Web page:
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Tuesday, January 10th, 2012

Cover for Drabblecast episode 229, Singularity Knocks, by Forrest Warner“You don’t have to talk like that to us, mister,” I said. “We know town-speak just fine.”

The man with the hat put it back on his head and smiled with a hint of embarrassment. “Sorry, folks. Sometimes it helps, you know, smooth the way.”

That man with the computer was lurking by the corner of our porch, holding it up and aiming some kind of camera at the eaves. He steered a pair of laser beams from one end to the other. I figured I’d let him do what he was doing if I didn’t see any harm.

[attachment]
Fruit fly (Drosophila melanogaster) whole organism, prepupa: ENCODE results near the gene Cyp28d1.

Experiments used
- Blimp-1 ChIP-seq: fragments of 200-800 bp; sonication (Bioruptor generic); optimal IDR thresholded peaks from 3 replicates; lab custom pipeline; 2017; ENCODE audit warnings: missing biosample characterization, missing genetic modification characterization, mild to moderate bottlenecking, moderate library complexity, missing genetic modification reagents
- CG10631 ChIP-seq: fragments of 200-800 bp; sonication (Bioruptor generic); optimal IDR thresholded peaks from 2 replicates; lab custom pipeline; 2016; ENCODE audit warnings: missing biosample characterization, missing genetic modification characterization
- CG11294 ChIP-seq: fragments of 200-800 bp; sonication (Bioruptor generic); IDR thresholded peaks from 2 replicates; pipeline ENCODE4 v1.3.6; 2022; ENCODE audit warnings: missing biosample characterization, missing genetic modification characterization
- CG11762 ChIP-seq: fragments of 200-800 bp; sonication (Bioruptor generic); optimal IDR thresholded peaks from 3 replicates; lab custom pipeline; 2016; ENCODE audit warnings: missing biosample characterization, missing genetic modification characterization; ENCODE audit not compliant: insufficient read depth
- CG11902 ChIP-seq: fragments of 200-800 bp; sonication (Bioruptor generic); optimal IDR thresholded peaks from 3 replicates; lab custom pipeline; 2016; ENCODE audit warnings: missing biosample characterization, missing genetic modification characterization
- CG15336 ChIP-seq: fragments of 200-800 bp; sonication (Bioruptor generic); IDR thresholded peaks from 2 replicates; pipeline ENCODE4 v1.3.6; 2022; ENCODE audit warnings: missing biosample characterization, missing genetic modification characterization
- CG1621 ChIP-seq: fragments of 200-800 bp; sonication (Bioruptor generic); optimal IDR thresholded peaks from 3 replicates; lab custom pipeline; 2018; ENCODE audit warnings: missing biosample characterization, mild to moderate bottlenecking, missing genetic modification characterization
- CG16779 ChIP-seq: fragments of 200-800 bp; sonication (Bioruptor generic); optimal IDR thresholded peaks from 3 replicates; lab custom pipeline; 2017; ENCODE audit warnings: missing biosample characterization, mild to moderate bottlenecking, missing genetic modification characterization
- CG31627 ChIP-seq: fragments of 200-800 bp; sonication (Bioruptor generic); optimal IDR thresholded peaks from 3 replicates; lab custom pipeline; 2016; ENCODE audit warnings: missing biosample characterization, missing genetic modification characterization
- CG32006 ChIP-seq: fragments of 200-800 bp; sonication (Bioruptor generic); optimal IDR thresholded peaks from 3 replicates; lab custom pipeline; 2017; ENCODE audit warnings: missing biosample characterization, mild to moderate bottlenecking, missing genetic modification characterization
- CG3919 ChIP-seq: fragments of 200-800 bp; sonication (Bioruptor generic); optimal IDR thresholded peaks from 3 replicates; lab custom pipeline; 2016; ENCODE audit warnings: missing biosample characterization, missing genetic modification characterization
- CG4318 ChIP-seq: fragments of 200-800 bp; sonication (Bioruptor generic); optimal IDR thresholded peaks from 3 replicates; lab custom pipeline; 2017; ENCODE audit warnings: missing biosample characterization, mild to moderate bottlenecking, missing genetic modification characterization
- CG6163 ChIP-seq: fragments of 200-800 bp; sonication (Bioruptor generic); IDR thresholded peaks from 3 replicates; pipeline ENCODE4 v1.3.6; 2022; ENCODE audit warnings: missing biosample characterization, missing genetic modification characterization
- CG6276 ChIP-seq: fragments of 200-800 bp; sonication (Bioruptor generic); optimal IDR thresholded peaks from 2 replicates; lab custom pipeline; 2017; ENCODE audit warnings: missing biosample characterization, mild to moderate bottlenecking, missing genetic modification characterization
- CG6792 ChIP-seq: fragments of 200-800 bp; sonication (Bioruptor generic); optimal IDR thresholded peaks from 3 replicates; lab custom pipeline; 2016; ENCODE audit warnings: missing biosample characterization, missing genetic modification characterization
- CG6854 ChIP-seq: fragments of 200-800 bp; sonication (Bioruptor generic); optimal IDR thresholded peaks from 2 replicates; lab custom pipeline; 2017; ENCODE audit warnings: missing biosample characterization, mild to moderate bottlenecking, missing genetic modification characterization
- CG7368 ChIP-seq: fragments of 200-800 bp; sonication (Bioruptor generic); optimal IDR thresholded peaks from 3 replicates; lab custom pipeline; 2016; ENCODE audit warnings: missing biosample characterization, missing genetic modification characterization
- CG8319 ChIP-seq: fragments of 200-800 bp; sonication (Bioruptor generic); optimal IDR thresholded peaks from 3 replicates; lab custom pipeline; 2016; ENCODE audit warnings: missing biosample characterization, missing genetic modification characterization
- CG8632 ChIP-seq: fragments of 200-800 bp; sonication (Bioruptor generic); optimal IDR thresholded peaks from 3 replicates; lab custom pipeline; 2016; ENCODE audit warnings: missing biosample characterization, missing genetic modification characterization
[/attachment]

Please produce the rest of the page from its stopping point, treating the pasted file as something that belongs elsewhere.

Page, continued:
“Smooth the way for what?” I asked. I knew what was coming next, what was always coming: talk of imminent domain, of making way for progress.

“Something exciting,” he said, lifting up a foot onto the lowest step. “Opportunity of a lifetime…”

This episode of the Drabblecast explores science of the future. In the drabble, a lab rat learns to speak but still cannot talk the scientists studying him out of his eventual dissection despite their similarities. In the feature, government agents try to convince a family of aging farmers to join the rest of humanity by being uploaded into the singularity, a virtual world where everyone can lead any life they can dream up. No one can be left behind..

A Drabblecast original story.
Episode Art:  Forrest Warner
Music by:   The Avett Brothers